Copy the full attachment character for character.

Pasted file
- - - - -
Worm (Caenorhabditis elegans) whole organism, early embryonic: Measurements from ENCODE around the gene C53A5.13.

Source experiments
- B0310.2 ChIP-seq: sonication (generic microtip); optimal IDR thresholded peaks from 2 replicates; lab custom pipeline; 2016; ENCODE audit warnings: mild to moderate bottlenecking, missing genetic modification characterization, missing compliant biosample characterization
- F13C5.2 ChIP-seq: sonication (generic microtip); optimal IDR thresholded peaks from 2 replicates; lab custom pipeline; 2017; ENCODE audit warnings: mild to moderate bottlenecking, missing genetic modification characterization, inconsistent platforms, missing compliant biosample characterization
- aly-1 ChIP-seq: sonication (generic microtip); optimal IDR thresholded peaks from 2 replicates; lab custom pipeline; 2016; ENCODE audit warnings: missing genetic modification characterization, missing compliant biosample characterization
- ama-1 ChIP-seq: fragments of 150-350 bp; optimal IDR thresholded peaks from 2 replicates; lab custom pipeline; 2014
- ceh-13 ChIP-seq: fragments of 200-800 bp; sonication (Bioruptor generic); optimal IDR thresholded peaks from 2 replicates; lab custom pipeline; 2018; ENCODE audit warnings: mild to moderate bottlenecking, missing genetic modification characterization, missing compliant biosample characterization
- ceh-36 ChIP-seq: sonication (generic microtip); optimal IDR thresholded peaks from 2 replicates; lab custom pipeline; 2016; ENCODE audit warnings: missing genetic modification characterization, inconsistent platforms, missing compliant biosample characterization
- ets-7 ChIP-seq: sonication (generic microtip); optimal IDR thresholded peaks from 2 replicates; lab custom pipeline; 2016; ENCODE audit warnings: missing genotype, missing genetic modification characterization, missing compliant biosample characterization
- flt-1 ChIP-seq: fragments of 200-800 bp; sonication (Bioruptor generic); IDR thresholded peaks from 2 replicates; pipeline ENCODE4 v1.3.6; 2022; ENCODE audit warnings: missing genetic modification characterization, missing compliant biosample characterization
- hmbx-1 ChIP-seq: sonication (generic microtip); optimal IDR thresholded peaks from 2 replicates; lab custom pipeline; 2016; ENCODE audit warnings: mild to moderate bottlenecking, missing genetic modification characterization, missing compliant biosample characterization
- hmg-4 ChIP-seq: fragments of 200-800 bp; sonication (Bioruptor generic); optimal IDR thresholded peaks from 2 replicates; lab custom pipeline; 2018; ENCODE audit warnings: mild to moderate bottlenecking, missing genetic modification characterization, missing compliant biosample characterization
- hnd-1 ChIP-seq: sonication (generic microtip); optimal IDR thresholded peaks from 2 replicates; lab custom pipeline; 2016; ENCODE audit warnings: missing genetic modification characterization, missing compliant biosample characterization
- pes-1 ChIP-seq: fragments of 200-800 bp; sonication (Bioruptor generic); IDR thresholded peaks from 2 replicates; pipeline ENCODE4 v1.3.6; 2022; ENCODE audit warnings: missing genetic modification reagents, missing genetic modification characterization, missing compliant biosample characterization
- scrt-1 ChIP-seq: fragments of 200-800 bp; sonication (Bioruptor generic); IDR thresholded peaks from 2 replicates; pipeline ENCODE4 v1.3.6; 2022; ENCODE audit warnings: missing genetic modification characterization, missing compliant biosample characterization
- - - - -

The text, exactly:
Worm (Caenorhabditis elegans) whole organism, early embryonic: Measurements from ENCODE around the gene C53A5.13.

Source experiments
- B0310.2 ChIP-seq: sonication (generic microtip); optimal IDR thresholded peaks from 2 replicates; lab custom pipeline; 2016; ENCODE audit warnings: mild to moderate bottlenecking, missing genetic modification characterization, missing compliant biosample characterization
- F13C5.2 ChIP-seq: sonication (generic microtip); optimal IDR thresholded peaks from 2 replicates; lab custom pipeline; 2017; ENCODE audit warnings: mild to moderate bottlenecking, missing genetic modification characterization, inconsistent platforms, missing compliant biosample characterization
- aly-1 ChIP-seq: sonication (generic microtip); optimal IDR thresholded peaks from 2 replicates; lab custom pipeline; 2016; ENCODE audit warnings: missing genetic modification characterization, missing compliant biosample characterization
- ama-1 ChIP-seq: fragments of 150-350 bp; optimal IDR thresholded peaks from 2 replicates; lab custom pipeline; 2014
- ceh-13 ChIP-seq: fragments of 200-800 bp; sonication (Bioruptor generic); optimal IDR thresholded peaks from 2 replicates; lab custom pipeline; 2018; ENCODE audit warnings: mild to moderate bottlenecking, missing genetic modification characterization, missing compliant biosample characterization
- ceh-36 ChIP-seq: sonication (generic microtip); optimal IDR thresholded peaks from 2 replicates; lab custom pipeline; 2016; ENCODE audit warnings: missing genetic modification characterization, inconsistent platforms, missing compliant biosample characterization
- ets-7 ChIP-seq: sonication (generic microtip); optimal IDR thresholded peaks from 2 replicates; lab custom pipeline; 2016; ENCODE audit warnings: missing genotype, missing genetic modification characterization, missing compliant biosample characterization
- flt-1 ChIP-seq: fragments of 200-800 bp; sonication (Bioruptor generic); IDR thresholded peaks from 2 replicates; pipeline ENCODE4 v1.3.6; 2022; ENCODE audit warnings: missing genetic modification characterization, missing compliant biosample characterization
- hmbx-1 ChIP-seq: sonication (generic microtip); optimal IDR thresholded peaks from 2 replicates; lab custom pipeline; 2016; ENCODE audit warnings: mild to moderate bottlenecking, missing genetic modification characterization, missing compliant biosample characterization
- hmg-4 ChIP-seq: fragments of 200-800 bp; sonication (Bioruptor generic); optimal IDR thresholded peaks from 2 replicates; lab custom pipeline; 2018; ENCODE audit warnings: mild to moderate bottlenecking, missing genetic modification characterization, missing compliant biosample characterization
- hnd-1 ChIP-seq: sonication (generic microtip); optimal IDR thresholded peaks from 2 replicates; lab custom pipeline; 2016; ENCODE audit warnings: missing genetic modification characterization, missing compliant biosample characterization
- pes-1 ChIP-seq: fragments of 200-800 bp; sonication (Bioruptor generic); IDR thresholded peaks from 2 replicates; pipeline ENCODE4 v1.3.6; 2022; ENCODE audit warnings: missing genetic modification reagents, missing genetic modification characterization, missing compliant biosample characterization
- scrt-1 ChIP-seq: fragments of 200-800 bp; sonication (Bioruptor generic); IDR thresholded peaks from 2 replicates; pipeline ENCODE4 v1.3.6; 2022; ENCODE audit warnings: missing genetic modification characterization, missing compliant biosample characterization